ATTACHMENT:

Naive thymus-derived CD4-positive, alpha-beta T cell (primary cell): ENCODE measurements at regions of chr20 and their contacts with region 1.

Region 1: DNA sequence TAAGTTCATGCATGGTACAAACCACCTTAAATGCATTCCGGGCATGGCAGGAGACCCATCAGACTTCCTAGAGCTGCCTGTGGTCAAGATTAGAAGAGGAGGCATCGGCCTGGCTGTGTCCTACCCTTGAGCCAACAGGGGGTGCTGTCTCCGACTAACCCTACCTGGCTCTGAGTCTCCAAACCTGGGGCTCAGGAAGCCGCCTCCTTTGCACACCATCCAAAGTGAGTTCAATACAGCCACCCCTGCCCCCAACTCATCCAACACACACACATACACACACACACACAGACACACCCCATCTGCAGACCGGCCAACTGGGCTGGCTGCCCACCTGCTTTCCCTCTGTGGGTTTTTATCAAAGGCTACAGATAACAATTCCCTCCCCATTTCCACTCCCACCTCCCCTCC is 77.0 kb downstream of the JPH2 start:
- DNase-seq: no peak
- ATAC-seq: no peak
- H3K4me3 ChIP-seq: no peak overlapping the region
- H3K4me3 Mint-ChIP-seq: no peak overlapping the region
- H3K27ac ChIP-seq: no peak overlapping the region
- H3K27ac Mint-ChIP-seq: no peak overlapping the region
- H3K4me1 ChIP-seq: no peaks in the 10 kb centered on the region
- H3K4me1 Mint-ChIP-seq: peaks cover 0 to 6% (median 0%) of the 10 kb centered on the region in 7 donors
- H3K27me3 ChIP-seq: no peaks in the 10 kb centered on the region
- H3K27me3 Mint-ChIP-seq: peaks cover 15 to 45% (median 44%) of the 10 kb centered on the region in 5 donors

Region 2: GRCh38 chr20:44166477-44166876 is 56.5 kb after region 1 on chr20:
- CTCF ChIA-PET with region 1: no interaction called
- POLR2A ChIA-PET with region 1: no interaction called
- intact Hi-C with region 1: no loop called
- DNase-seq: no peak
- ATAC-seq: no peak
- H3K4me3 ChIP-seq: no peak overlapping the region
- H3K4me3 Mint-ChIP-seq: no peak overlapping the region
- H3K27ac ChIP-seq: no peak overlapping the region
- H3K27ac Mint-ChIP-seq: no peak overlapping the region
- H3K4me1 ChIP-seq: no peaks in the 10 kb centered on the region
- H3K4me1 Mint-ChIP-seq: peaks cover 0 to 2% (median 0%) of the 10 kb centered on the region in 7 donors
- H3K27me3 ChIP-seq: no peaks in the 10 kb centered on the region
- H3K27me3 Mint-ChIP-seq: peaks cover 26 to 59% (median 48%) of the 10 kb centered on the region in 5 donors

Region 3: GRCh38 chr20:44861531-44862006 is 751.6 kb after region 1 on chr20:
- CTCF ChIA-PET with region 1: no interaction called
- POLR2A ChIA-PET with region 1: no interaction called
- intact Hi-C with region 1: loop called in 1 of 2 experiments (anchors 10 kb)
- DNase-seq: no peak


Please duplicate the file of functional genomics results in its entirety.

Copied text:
Naive thymus-derived CD4-positive, alpha-beta T cell (primary cell): ENCODE measurements at regions of chr20 and their contacts with region 1.

Region 1: DNA sequence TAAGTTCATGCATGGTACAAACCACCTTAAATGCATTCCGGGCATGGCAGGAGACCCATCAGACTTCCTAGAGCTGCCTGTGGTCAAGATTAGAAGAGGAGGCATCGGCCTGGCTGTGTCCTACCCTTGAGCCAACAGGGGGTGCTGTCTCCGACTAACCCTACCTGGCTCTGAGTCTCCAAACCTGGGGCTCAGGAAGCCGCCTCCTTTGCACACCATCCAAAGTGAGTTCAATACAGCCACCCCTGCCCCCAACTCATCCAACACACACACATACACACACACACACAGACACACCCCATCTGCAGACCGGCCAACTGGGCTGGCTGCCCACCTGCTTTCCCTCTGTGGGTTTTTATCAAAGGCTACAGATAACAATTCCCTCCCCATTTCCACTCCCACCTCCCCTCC is 77.0 kb downstream of the JPH2 start:
- DNase-seq: no peak
- ATAC-seq: no peak
- H3K4me3 ChIP-seq: no peak overlapping the region
- H3K4me3 Mint-ChIP-seq: no peak overlapping the region
- H3K27ac ChIP-seq: no peak overlapping the region
- H3K27ac Mint-ChIP-seq: no peak overlapping the region
- H3K4me1 ChIP-seq: no peaks in the 10 kb centered on the region
- H3K4me1 Mint-ChIP-seq: peaks cover 0 to 6% (median 0%) of the 10 kb centered on the region in 7 donors
- H3K27me3 ChIP-seq: no peaks in the 10 kb centered on the region
- H3K27me3 Mint-ChIP-seq: peaks cover 15 to 45% (median 44%) of the 10 kb centered on the region in 5 donors

Region 2: GRCh38 chr20:44166477-44166876 is 56.5 kb after region 1 on chr20:
- CTCF ChIA-PET with region 1: no interaction called
- POLR2A ChIA-PET with region 1: no interaction called
- intact Hi-C with region 1: no loop called
- DNase-seq: no peak
- ATAC-seq: no peak
- H3K4me3 ChIP-seq: no peak overlapping the region
- H3K4me3 Mint-ChIP-seq: no peak overlapping the region
- H3K27ac ChIP-seq: no peak overlapping the region
- H3K27ac Mint-ChIP-seq: no peak overlapping the region
- H3K4me1 ChIP-seq: no peaks in the 10 kb centered on the region
- H3K4me1 Mint-ChIP-seq: peaks cover 0 to 2% (median 0%) of the 10 kb centered on the region in 7 donors
- H3K27me3 ChIP-seq: no peaks in the 10 kb centered on the region
- H3K27me3 Mint-ChIP-seq: peaks cover 26 to 59% (median 48%) of the 10 kb centered on the region in 5 donors

Region 3: GRCh38 chr20:44861531-44862006 is 751.6 kb after region 1 on chr20:
- CTCF ChIA-PET with region 1: no interaction called
- POLR2A ChIA-PET with region 1: no interaction called
- intact Hi-C with region 1: loop called in 1 of 2 experiments (anchors 10 kb)
- DNase-seq: no peak